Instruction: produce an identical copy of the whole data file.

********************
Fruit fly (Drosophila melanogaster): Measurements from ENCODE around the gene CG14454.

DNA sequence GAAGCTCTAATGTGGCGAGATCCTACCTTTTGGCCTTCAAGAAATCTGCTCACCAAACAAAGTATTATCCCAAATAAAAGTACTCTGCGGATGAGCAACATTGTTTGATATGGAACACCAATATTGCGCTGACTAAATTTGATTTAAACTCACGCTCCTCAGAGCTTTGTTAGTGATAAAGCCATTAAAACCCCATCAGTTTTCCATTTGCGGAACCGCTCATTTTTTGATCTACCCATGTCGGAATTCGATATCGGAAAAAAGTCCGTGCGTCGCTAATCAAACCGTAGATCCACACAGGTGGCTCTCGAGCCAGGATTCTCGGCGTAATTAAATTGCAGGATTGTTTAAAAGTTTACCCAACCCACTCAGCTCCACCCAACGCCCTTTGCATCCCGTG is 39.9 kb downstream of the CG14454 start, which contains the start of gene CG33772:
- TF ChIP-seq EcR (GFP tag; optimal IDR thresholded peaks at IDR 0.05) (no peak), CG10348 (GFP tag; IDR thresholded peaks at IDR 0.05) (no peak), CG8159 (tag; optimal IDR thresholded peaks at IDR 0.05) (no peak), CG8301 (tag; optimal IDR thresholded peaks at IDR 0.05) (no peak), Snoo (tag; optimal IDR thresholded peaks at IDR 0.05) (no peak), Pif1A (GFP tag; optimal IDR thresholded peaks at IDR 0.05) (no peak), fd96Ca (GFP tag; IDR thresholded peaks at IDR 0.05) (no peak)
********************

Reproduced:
Fruit fly (Drosophila melanogaster): Measurements from ENCODE around the gene CG14454.

DNA sequence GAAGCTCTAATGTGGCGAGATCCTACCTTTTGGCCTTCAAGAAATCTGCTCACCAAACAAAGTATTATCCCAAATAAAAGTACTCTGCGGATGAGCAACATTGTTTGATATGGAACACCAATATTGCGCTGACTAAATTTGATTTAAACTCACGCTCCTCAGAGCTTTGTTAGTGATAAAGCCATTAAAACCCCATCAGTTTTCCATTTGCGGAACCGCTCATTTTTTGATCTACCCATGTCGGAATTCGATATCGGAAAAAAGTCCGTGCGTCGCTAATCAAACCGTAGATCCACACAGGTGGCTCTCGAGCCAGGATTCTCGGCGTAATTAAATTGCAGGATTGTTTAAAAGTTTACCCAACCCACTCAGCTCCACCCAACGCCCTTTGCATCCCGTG is 39.9 kb downstream of the CG14454 start, which contains the start of gene CG33772:
- TF ChIP-seq EcR (GFP tag; optimal IDR thresholded peaks at IDR 0.05) (no peak), CG10348 (GFP tag; IDR thresholded peaks at IDR 0.05) (no peak), CG8159 (tag; optimal IDR thresholded peaks at IDR 0.05) (no peak), CG8301 (tag; optimal IDR thresholded peaks at IDR 0.05) (no peak), Snoo (tag; optimal IDR thresholded peaks at IDR 0.05) (no peak), Pif1A (GFP tag; optimal IDR thresholded peaks at IDR 0.05) (no peak), fd96Ca (GFP tag; IDR thresholded peaks at IDR 0.05) (no peak)